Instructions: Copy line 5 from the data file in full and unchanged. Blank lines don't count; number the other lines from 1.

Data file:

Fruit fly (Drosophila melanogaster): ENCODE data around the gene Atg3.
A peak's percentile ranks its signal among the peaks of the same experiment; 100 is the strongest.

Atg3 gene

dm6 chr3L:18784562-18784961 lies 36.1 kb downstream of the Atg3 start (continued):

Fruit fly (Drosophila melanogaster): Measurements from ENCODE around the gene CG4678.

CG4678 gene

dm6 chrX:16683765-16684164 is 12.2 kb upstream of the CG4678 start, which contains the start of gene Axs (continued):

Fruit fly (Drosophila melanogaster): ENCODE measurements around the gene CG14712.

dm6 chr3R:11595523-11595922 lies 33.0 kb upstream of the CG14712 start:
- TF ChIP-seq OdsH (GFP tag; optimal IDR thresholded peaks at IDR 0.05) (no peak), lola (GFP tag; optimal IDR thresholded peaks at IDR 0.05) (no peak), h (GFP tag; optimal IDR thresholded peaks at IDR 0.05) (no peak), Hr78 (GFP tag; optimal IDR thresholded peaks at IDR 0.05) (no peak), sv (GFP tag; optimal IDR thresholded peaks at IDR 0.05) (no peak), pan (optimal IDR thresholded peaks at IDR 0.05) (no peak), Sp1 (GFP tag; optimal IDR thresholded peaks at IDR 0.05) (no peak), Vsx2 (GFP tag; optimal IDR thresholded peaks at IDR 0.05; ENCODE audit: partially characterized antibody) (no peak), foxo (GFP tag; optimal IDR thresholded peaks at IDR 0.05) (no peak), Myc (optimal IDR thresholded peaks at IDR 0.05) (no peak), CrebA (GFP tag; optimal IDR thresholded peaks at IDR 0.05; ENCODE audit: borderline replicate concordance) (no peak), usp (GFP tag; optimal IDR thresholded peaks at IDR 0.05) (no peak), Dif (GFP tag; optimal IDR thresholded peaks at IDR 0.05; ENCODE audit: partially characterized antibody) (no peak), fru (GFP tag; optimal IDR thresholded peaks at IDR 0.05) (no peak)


Fruit fly (Drosophila melanogaster): Measurements from ENCODE around the gene CG4678.